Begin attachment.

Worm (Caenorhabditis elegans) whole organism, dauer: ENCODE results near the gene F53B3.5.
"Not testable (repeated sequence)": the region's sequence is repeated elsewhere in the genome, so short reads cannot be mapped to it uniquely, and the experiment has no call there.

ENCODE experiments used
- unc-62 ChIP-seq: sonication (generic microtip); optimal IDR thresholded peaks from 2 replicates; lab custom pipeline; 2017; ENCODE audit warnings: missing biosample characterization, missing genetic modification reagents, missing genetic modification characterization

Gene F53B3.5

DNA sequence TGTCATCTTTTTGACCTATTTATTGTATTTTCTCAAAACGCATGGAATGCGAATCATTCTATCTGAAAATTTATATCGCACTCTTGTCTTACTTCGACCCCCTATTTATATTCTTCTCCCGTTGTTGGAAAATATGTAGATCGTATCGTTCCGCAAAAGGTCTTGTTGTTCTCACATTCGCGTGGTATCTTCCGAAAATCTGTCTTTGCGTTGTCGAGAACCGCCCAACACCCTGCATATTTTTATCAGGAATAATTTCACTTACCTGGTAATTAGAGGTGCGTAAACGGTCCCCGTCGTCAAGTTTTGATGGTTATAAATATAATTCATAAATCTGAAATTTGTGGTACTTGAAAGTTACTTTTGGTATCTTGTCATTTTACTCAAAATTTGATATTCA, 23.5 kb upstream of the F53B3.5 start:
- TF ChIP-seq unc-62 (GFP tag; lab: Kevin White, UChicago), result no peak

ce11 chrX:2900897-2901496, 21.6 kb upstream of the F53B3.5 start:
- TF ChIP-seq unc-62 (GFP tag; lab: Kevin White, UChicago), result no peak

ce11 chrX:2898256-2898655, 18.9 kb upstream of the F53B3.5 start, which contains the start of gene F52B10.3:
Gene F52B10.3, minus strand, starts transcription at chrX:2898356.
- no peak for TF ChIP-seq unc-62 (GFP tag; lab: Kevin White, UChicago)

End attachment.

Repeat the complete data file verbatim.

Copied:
Worm (Caenorhabditis elegans) whole organism, dauer: ENCODE results near the gene F53B3.5.
"Not testable (repeated sequence)": the region's sequence is repeated elsewhere in the genome, so short reads cannot be mapped to it uniquely, and the experiment has no call there.

ENCODE experiments used
- unc-62 ChIP-seq: sonication (generic microtip); optimal IDR thresholded peaks from 2 replicates; lab custom pipeline; 2017; ENCODE audit warnings: missing biosample characterization, missing genetic modification reagents, missing genetic modification characterization

Gene F53B3.5

DNA sequence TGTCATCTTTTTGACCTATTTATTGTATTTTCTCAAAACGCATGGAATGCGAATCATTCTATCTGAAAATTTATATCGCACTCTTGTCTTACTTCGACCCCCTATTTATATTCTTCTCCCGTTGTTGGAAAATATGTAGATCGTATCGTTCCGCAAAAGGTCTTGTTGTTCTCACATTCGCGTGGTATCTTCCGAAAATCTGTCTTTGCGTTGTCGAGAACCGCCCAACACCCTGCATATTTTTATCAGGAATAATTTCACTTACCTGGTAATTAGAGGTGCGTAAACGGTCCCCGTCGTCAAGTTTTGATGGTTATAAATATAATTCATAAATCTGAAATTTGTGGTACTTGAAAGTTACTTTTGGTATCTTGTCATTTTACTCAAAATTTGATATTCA, 23.5 kb upstream of the F53B3.5 start:
- TF ChIP-seq unc-62 (GFP tag; lab: Kevin White, UChicago), result no peak

ce11 chrX:2900897-2901496, 21.6 kb upstream of the F53B3.5 start:
- TF ChIP-seq unc-62 (GFP tag; lab: Kevin White, UChicago), result no peak

ce11 chrX:2898256-2898655, 18.9 kb upstream of the F53B3.5 start, which contains the start of gene F52B10.3:
Gene F52B10.3, minus strand, starts transcription at chrX:2898356.
- no peak for TF ChIP-seq unc-62 (GFP tag; lab: Kevin White, UChicago)